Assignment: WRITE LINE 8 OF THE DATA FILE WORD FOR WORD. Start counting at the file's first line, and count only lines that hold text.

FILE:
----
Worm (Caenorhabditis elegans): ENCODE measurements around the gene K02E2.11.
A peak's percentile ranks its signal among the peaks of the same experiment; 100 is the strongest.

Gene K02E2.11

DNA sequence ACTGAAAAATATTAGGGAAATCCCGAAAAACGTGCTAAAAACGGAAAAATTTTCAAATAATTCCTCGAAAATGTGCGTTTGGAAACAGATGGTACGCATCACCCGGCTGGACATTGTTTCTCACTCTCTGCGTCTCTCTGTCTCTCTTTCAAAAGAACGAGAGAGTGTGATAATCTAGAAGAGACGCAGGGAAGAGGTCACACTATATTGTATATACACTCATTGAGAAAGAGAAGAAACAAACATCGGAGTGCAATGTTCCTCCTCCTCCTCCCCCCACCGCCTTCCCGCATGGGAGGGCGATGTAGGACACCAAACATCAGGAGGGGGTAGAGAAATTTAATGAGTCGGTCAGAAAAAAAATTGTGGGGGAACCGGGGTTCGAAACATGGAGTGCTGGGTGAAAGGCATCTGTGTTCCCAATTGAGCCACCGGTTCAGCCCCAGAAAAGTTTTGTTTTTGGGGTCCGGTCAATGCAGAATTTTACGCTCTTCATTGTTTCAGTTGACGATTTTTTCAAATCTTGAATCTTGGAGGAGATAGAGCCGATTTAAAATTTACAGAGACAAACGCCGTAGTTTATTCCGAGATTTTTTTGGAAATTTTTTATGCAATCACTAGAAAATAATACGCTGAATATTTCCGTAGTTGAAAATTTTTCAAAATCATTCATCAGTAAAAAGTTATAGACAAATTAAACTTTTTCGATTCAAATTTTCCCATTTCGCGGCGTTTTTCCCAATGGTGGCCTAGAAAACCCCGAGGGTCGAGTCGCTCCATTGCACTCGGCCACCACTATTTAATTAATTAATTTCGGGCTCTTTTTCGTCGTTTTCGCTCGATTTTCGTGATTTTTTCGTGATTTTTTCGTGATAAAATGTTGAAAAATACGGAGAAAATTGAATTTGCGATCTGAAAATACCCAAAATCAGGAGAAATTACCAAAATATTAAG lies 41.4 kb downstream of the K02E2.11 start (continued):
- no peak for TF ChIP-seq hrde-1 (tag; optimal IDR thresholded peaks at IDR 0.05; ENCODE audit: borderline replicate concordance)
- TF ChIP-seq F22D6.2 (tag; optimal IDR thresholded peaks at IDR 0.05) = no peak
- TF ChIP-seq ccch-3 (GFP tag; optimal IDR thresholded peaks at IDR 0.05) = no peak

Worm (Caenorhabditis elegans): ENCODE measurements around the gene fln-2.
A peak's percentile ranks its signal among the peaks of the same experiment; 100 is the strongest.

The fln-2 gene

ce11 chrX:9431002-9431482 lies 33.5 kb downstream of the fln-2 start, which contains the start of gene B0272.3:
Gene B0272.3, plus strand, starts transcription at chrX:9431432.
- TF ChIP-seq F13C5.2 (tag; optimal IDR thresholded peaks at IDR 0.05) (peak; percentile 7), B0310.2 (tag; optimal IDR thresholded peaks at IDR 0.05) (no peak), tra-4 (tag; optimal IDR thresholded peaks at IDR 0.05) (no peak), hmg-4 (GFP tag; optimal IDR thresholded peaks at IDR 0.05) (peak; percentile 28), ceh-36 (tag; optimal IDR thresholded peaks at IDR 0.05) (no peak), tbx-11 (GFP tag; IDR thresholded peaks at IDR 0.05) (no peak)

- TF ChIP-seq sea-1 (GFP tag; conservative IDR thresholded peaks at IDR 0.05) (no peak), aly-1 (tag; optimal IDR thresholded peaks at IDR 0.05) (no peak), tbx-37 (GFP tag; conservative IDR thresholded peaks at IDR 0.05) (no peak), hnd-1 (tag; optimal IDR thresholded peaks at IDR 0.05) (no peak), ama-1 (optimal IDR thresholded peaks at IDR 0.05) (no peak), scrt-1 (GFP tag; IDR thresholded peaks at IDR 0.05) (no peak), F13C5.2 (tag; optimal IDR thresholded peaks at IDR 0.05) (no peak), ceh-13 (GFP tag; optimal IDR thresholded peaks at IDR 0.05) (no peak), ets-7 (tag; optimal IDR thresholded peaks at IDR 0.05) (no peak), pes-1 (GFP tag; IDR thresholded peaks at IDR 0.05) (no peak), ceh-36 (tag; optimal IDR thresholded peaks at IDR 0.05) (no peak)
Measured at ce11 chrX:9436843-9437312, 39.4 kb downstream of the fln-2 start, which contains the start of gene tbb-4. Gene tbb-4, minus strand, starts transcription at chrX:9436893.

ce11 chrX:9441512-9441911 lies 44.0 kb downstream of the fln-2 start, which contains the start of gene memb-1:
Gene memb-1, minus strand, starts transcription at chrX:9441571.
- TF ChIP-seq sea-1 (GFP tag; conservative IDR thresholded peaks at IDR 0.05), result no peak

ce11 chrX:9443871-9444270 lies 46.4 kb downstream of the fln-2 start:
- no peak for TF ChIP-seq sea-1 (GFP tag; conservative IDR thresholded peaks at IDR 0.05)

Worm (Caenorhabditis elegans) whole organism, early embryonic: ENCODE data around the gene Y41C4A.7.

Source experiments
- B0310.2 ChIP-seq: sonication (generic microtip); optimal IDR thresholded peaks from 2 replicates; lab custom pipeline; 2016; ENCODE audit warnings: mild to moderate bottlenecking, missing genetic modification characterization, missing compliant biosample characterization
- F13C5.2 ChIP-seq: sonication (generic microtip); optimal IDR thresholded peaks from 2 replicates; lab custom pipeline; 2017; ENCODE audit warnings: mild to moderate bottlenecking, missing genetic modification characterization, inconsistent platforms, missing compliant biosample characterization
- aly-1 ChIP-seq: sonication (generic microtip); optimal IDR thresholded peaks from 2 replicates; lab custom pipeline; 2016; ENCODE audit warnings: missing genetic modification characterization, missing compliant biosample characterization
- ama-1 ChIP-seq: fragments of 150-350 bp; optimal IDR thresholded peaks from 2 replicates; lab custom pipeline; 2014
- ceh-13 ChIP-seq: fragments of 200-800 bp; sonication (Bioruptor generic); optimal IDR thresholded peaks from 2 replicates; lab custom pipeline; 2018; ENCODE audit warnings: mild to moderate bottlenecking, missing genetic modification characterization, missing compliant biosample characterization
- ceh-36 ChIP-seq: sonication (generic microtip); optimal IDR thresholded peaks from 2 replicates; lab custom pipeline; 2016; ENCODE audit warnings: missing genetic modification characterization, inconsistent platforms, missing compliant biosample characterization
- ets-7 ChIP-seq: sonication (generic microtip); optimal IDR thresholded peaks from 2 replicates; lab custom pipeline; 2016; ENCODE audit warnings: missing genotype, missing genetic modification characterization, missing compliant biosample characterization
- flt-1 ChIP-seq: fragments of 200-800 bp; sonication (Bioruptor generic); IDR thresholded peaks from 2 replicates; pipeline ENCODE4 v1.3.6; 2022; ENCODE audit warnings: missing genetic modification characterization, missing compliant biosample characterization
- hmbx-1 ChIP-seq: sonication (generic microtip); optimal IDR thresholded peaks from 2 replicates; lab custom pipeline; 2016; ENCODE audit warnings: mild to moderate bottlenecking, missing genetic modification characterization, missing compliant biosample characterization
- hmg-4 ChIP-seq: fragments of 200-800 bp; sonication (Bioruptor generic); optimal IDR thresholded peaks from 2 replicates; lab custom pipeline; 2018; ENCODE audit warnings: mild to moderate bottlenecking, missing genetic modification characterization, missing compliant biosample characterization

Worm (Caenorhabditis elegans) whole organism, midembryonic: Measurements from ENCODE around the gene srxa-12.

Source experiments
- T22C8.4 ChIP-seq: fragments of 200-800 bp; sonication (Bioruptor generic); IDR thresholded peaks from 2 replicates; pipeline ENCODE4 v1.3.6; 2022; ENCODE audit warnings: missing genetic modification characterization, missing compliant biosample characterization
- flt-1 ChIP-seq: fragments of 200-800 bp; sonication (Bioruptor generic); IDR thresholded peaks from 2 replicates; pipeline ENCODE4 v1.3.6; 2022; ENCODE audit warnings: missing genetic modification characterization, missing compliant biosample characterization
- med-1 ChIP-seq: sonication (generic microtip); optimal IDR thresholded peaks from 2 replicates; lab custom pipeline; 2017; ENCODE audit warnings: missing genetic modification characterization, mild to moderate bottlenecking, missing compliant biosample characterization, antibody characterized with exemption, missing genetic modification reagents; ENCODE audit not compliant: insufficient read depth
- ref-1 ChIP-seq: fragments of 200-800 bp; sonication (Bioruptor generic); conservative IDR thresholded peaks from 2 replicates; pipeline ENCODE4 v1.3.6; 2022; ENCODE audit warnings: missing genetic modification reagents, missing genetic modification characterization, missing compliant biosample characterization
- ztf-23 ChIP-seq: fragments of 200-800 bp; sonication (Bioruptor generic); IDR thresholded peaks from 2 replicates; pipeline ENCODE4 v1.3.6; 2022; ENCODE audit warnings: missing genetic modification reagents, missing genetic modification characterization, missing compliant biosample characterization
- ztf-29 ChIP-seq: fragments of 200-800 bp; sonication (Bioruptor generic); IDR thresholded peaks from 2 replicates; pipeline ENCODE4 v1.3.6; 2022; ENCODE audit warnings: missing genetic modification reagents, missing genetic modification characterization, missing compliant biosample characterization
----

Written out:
Worm (Caenorhabditis elegans): ENCODE measurements around the gene fln-2.